This happens because of the way in which social media facilitate rapid self-organization on a horizontal level. The structure of nonprofit organizations tends to be vertical rather than horizontal, with a central authority directing the activities of branches and communication, and hence the generation of agreement and consensus, proceeding slowly enough that such authority is needed for the efficient making of decisions.

But social media allow for such rapid communication that direct democracy becomes possible in any participatory context. This allows people who have a common goal to agree on and implement steps to advance that goal without going through the formal process that traditional nonprofits must use.

In the long run, this is likely to have the biggest, most lasting, and most unpredictable effect on the way in which we pursue charitable, artistic, and other not-for-profit goals.

SEO Check-Ups

This month, why not make sure that your website is on the right track, with an SEO check-up?  Start the New Year with a clean, polished, and SEO friendly website, and you’ll get more from your online marketing, and enjoy a profitable 2015.
Search engine optimisation is a complex field, and there are a lot of things that you will need to  look at to ensure that your site is as efficient and SEO friendly as it could be, but before you rush out to contact SEO agencies, take a quick look at this list.  Once the basics are in place, you can turn to SEO agencies to take your site to the next level:
  • Loading times:  Slow loading times can push you down the search results.  Use the YSlow extension for Firefox to identify things that are slowing your site down, and fix them.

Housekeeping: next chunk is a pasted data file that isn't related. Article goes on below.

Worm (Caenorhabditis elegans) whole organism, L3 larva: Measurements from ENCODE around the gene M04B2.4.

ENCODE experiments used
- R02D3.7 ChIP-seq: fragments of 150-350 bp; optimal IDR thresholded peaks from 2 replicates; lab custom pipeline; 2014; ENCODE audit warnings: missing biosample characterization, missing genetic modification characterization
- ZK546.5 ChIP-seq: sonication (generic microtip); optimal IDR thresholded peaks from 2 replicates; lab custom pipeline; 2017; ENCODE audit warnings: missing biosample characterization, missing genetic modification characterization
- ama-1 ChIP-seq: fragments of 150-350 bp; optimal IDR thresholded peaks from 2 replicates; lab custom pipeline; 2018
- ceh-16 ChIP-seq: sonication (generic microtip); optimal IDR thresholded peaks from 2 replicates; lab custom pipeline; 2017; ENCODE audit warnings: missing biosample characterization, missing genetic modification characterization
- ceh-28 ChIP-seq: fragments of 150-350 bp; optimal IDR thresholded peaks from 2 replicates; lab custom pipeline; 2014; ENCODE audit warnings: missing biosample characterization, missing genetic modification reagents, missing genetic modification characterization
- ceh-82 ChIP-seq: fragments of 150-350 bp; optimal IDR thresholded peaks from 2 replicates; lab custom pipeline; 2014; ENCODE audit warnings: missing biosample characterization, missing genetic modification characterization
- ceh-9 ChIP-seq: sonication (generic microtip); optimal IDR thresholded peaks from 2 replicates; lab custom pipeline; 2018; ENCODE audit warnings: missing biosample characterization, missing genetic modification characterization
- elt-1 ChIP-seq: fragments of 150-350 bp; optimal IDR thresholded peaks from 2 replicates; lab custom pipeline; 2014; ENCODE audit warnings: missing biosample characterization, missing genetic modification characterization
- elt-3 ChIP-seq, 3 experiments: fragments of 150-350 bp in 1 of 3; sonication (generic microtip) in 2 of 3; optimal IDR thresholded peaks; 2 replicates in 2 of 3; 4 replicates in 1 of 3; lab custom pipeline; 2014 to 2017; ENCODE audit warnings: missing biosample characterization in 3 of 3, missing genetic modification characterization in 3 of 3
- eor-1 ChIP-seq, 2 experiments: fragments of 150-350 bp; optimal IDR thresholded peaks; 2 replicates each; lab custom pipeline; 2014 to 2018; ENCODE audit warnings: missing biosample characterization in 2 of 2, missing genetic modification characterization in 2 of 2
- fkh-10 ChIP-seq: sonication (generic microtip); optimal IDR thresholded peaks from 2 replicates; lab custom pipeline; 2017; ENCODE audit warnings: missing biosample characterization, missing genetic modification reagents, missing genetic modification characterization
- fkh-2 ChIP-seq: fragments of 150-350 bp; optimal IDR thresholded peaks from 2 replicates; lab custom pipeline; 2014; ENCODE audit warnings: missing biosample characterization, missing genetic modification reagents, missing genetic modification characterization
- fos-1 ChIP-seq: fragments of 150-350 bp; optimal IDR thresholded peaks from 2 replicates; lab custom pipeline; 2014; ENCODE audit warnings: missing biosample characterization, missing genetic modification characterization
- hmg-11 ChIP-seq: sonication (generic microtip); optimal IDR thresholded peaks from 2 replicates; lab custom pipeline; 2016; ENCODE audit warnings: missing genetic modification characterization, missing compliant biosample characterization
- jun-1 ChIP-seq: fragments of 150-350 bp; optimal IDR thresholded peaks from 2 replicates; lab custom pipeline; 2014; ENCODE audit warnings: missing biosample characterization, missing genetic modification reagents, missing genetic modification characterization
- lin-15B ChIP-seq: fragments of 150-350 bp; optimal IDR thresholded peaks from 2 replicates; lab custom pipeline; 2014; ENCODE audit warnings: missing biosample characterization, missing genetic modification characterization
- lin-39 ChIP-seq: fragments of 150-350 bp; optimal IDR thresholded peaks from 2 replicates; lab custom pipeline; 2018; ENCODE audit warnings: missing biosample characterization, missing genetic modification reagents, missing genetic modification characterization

• Meta Tags: While Meta search engines aren’t as popular as they once were, meta tags are still important.  Make sure all your pages use them, and that they contain relevant keywords.
  • Broken links: These are a very bad thing.  Use Google Analytics to identify any dead ends or broken links, and fix them.
  • Keywords: Is it obvious what they keywords on your site are?  Make sure they appear on your pages, and make sure that your site’s formatting emphasises them.
  • Poor code:  If your site looks bad in certain web browsers, requires unusual plugins, or slows down browsers on old PCs or netbooks, then you could be losing a lot of visitors.  Keep your sites clean and simple.
  • Poor accessibility: Accessibility means more than just having Alt-tags for all of your images.  If your site requires a big screen and a high bandwidth connection to navigate, or requires JavaScript, mouse-only navigation, or any other restrictions that would stop some people from using it, then maybe you should re-think the design.
  • Incoming links: Link building is important.  Do you have a lot of relevant incoming links?  IF not, this is something SEO agencies can help with.
The above points are all fairly easy to fix.  Invest a few days in cleaning up your website, fixing broken links, and making sure that your site’s code validates properly.  Once you’ve done that, you can work on building links, running an advertising campaign, or working on social bookmarking.
Be sure to give your site regular “check-ups” once you’ve got everything ticking over.  Bugs, errors, and invalid code can sneak in from the strangest of places – new advertisements may use bloated code, CMS updates may break your template, or a well-meaning intern could delete an out-of-date page and forget to put something in its place.  Don’t let such changes go un-noticed for too long.  The quicker you fix them, the better.
Frequent SEO health checks will ensure that your site stays in the top spot of the search engines, which is exactly where you want it to be.